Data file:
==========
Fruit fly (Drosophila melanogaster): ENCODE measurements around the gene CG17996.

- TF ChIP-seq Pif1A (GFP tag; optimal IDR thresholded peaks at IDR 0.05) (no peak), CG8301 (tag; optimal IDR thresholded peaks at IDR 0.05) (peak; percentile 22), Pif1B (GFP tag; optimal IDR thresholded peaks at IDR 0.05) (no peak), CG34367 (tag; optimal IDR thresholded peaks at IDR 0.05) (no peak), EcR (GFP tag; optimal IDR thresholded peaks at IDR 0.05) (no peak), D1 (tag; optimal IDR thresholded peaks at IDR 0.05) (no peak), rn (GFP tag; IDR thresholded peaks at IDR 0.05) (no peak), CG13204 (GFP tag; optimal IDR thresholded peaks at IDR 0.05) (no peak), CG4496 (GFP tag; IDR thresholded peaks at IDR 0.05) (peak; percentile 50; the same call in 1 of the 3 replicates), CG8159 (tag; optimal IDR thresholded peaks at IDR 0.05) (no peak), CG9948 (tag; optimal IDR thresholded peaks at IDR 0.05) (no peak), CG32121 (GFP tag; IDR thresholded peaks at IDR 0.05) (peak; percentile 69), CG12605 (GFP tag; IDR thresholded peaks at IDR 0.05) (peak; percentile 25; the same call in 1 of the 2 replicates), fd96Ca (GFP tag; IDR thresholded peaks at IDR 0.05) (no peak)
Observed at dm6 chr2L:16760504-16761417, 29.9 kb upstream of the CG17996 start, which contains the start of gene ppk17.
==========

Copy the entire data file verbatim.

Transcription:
Fruit fly (Drosophila melanogaster): ENCODE measurements around the gene CG17996.

- TF ChIP-seq Pif1A (GFP tag; optimal IDR thresholded peaks at IDR 0.05) (no peak), CG8301 (tag; optimal IDR thresholded peaks at IDR 0.05) (peak; percentile 22), Pif1B (GFP tag; optimal IDR thresholded peaks at IDR 0.05) (no peak), CG34367 (tag; optimal IDR thresholded peaks at IDR 0.05) (no peak), EcR (GFP tag; optimal IDR thresholded peaks at IDR 0.05) (no peak), D1 (tag; optimal IDR thresholded peaks at IDR 0.05) (no peak), rn (GFP tag; IDR thresholded peaks at IDR 0.05) (no peak), CG13204 (GFP tag; optimal IDR thresholded peaks at IDR 0.05) (no peak), CG4496 (GFP tag; IDR thresholded peaks at IDR 0.05) (peak; percentile 50; the same call in 1 of the 3 replicates), CG8159 (tag; optimal IDR thresholded peaks at IDR 0.05) (no peak), CG9948 (tag; optimal IDR thresholded peaks at IDR 0.05) (no peak), CG32121 (GFP tag; IDR thresholded peaks at IDR 0.05) (peak; percentile 69), CG12605 (GFP tag; IDR thresholded peaks at IDR 0.05) (peak; percentile 25; the same call in 1 of the 2 replicates), fd96Ca (GFP tag; IDR thresholded peaks at IDR 0.05) (no peak)
Observed at dm6 chr2L:16760504-16761417, 29.9 kb upstream of the CG17996 start, which contains the start of gene ppk17.